Born in 1820, Susan B. Anthony grew up in a typical Quaker family with a long history of activist traditions, so we can be sure that Susan grew up with a great sense of justice. For 15 years, Susan was a teacher. and it wasn't until 1852 after having tried to be active in temperance, but was not allowed to speak because she was a woman, and meeting Elizabeth Stanton that Susan became involved in woman's suffrage.
The Revolution was published in 1868, and advocated an eight hour day and equal pay for equal work. It encouraged making purchases from our fellow Americans and immigration into the lower states, settling the entire country.
In 1870, Susan founded and was elected president of the Workingwomen's Central Association. This association kept track of the working conditions and educated working women.
While president of the National American Woman Suffrage Association in the 1890s, Anthony emphasized the importance of gaining the support of organized labor. She encouraged numerous women fighting for Woman's Suffrage to continue towards their goal in protection for working women through trade unions.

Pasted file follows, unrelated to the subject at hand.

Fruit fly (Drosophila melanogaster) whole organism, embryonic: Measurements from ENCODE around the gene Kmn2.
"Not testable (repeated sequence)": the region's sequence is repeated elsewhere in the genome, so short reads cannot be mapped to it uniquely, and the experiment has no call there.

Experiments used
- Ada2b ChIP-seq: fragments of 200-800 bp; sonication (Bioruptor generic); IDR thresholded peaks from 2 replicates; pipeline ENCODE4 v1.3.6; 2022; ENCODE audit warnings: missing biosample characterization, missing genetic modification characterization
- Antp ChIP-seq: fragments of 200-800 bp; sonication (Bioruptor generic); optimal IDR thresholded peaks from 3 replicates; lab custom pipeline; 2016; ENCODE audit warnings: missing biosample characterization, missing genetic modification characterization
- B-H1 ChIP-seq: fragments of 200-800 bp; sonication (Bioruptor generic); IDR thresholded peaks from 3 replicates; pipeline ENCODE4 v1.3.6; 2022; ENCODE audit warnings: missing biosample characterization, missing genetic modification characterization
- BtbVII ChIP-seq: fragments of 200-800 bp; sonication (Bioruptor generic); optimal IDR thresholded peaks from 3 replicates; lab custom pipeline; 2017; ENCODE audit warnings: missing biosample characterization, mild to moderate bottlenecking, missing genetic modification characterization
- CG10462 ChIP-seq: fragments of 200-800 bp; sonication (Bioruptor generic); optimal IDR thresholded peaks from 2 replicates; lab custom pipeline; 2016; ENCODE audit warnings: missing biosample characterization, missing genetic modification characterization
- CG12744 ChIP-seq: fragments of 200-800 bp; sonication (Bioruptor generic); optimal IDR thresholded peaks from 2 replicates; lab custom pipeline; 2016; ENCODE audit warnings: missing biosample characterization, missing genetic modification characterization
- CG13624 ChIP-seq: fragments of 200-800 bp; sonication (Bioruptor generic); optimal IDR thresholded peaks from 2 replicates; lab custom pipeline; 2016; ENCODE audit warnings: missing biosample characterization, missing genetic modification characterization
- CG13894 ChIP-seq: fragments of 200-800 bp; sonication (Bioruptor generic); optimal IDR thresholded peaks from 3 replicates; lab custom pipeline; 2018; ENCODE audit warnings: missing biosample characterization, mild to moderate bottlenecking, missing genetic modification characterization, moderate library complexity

There is SO much more I could say about Susan B. Anthony, but for ease of reading, I will end with this - Susan continued her work heartily until her death in 1906. She never married but devoted her entire life to woman's suffrage. She now is one of America's most well known social reformers, and stands for us as a symbol of determination and perseverance.